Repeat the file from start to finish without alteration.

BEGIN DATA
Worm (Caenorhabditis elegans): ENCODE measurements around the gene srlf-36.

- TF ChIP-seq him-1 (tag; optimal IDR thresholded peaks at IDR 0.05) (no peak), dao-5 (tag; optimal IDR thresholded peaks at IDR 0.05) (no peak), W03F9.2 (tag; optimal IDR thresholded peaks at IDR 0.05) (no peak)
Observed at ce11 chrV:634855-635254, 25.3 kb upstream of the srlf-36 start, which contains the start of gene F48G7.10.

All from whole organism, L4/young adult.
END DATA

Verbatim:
Worm (Caenorhabditis elegans): ENCODE measurements around the gene srlf-36.

- TF ChIP-seq him-1 (tag; optimal IDR thresholded peaks at IDR 0.05) (no peak), dao-5 (tag; optimal IDR thresholded peaks at IDR 0.05) (no peak), W03F9.2 (tag; optimal IDR thresholded peaks at IDR 0.05) (no peak)
Observed at ce11 chrV:634855-635254, 25.3 kb upstream of the srlf-36 start, which contains the start of gene F48G7.10.

All from whole organism, L4/young adult.